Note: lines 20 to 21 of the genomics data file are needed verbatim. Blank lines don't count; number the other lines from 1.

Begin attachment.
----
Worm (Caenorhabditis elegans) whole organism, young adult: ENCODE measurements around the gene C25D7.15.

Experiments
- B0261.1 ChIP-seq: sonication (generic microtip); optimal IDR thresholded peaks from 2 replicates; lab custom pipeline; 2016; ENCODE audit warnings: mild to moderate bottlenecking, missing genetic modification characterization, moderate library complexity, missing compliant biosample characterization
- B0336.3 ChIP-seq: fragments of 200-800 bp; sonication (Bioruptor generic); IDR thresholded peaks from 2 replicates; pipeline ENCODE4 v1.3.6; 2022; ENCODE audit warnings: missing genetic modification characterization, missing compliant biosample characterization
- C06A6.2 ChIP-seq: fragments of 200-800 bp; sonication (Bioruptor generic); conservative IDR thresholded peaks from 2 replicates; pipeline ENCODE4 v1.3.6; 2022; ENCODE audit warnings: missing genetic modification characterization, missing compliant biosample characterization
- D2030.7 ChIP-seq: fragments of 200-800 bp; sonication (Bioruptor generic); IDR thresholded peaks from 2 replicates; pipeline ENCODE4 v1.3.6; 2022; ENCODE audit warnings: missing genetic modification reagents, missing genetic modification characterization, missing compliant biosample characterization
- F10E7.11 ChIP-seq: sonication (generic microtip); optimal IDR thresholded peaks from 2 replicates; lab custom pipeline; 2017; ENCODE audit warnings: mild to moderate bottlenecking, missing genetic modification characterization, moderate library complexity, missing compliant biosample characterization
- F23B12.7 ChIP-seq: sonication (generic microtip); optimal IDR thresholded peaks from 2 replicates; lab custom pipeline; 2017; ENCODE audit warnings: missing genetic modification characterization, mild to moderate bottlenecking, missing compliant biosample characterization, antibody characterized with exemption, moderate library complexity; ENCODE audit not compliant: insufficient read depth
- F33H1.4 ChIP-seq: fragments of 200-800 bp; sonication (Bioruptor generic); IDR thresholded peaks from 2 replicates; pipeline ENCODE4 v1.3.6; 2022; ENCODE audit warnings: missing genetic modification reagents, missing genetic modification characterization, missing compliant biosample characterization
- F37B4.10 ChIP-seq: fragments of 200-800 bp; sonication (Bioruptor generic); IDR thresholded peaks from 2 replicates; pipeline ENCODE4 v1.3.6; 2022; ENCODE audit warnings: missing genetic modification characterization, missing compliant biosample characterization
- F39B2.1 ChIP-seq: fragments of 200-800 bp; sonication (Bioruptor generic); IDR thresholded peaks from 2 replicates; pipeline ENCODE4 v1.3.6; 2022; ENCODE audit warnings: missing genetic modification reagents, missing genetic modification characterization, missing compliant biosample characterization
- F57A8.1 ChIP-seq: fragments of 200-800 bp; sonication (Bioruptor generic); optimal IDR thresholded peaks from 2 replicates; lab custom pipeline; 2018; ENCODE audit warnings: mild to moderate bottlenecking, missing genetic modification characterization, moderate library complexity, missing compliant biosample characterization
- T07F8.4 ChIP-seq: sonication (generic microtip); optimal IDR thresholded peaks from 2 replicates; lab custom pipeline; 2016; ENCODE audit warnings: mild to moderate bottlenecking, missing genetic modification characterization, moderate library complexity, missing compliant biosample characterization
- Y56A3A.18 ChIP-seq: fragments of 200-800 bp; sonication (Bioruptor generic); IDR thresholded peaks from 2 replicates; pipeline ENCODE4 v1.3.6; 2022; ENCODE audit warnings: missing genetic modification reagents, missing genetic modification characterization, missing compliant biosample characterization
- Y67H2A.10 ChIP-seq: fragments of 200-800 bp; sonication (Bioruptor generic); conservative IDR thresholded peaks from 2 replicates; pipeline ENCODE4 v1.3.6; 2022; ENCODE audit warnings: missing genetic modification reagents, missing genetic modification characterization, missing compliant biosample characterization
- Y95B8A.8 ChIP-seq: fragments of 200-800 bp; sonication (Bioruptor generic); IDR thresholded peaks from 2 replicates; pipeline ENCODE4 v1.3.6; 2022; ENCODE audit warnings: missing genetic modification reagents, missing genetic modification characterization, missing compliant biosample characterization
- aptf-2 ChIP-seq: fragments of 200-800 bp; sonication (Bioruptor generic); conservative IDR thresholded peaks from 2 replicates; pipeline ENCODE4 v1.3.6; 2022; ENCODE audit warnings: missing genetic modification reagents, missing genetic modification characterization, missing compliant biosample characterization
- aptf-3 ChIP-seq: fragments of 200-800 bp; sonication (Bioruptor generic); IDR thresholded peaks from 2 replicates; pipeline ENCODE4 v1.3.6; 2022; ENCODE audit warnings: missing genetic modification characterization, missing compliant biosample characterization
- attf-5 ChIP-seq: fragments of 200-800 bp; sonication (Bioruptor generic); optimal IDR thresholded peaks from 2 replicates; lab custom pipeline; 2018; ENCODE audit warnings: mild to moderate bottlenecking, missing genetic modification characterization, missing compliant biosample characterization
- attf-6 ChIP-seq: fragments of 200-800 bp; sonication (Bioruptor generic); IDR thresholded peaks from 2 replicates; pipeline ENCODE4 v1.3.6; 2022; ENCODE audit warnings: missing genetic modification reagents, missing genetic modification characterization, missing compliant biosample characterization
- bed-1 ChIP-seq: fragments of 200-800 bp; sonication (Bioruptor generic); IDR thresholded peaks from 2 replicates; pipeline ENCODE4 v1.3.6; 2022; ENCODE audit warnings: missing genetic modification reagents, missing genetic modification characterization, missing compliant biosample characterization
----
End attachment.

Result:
- attf-6 ChIP-seq: fragments of 200-800 bp; sonication (Bioruptor generic); IDR thresholded peaks from 2 replicates; pipeline ENCODE4 v1.3.6; 2022; ENCODE audit warnings: missing genetic modification reagents, missing genetic modification characterization, missing compliant biosample characterization
- bed-1 ChIP-seq: fragments of 200-800 bp; sonication (Bioruptor generic); IDR thresholded peaks from 2 replicates; pipeline ENCODE4 v1.3.6; 2022; ENCODE audit warnings: missing genetic modification reagents, missing genetic modification characterization, missing compliant biosample characterization